President Robert Gates remarks at Sept. 18, Campus
Remembered dedication of historic Texas A&M buildings.
Howdy. Good morning.
The architect Sir Christopher Wren, visiting St. Paul’s Cathedral
in London during its construction, stopped to ask a worker what
he was doing.
“I’m cutting a stone,” the man said.
Sir Christopher then asked another worker the same question. “I’m
earning five shillings for the day,” he replied.
A third, however, answered, “I am helping Sir Christopher Wren
build a great cathedral.”
Here was a person capable of looking beyond his own task, or the
immediate reward for his labor, to instead see himself as part
of a larger effort, contributing to a much grander enterprise.
So, let us each ask ourselves why we are here today. If we answer
that we are here to rededicate an historic building, or celebrate
the launch of our historical markers program, then we are as shortsighted
as the first two workers.
Instead, we must answer in the spirit of the third: we are here
to help build a great university.
We are here in recognition of the essential function of space
and structure in achieving greatness, here to affirm our commitment
to supporting this function; to providing a place conducive to
Our forebears — the architects, builders and tenants of
these 16 historic buildings — had this recognition, and
they affirmed their commitment to it by designing and placing
buildings so that they’d reflect both the institutional aspiration
for greatness and its classical inspiration. Theirs was an affirmation
set in stone, cast in reinforced concrete. For, as Wren himself
is often quoted, “Architecture aims at eternity.”
But we seldom hear the first part. Wren’s quote begins, “Architecture
has its political use; public buildings being the ornament of
a country; it establishes a nation, draws people and commerce;
makes the people love their native country, which passion is the
origin of all great actions in a commonwealth.”
Architecture establishes a nation. Is it possible for buildings
to establish Texas A&M? One might say that the Academic Building,
with its iconic dome, does. But it is not just the building,
not just the dome.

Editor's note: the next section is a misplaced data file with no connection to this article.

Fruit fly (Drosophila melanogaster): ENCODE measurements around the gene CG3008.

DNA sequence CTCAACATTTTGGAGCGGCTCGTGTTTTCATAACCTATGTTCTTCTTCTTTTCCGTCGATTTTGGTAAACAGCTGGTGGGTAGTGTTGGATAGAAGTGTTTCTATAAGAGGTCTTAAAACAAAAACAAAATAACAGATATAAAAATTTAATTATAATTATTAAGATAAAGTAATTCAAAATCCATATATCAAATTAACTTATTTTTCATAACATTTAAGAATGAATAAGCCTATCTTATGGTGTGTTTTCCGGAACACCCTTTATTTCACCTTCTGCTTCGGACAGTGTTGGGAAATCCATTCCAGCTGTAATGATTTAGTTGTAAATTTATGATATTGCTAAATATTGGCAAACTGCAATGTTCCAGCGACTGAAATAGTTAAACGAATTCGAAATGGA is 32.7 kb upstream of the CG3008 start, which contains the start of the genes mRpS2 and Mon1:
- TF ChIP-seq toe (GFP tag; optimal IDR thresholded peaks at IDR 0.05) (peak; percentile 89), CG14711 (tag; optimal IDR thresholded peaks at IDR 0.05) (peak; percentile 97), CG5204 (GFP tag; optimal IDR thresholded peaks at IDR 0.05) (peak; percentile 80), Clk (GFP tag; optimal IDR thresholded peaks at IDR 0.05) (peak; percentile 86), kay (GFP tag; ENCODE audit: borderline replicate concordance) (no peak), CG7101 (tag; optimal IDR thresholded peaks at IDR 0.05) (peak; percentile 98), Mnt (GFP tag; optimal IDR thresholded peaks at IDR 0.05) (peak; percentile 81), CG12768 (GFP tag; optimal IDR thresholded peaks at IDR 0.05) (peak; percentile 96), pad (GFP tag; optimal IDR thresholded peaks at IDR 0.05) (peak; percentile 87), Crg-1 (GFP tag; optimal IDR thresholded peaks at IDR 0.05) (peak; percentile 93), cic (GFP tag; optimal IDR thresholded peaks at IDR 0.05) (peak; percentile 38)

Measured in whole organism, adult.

Neither is it just the space around it, nor even Sully
out front, pennies at his feet. It is all of them together: our
buildings and the spaces they help define — the ways they are
used, their histories and traditions.
These relationships have shaped Texas A&M’s history and will
shape its future through our campus master plan. They give meaning
to our spaces and structures. They encourage and facilitate connectivity
among people, places and programs. They establish and reinforce
the aesthetic bond between the heritage we inherit and the excellence
to which we aspire.
These historic buildings are not Texas A&M’s heritage. Neither
are those yet to be built our future. Our heritage is, and our
future always will depend upon, the people within them —
and, those whose names they bear.
It is my hope — and to his credit, Professor Woodcock’s
intent — that the markers we place upon them duly honor
their namesakes, and that their stories and their contributions
to Texas A&M inspire all who pause to read them.
Imagine if every student who ate at Sbisa inherited Bernard Sbisa’s
work ethic? One late meal in 46 years — breakfast at 10
a.m. the day after the mess hall burned to the ground? What if
every graduate were as willing to lay it on the line for A&M
as E.B. Cushing did? And what of the building behind me? —
Of the kind of administrator — in terms of competence, vision
and temperament — it should inspire us all to become,
following after its namesake.
Today, we rededicate the Williams Building and 15 others; honor
their significance to and their influence upon, Texas A&M
The markers we put on them are to signify the mark they have made
on us. And, we honor them best by ensuring that
every building we add to this campus will not only help define
Texas A&M’s space, but also its substance, as we build our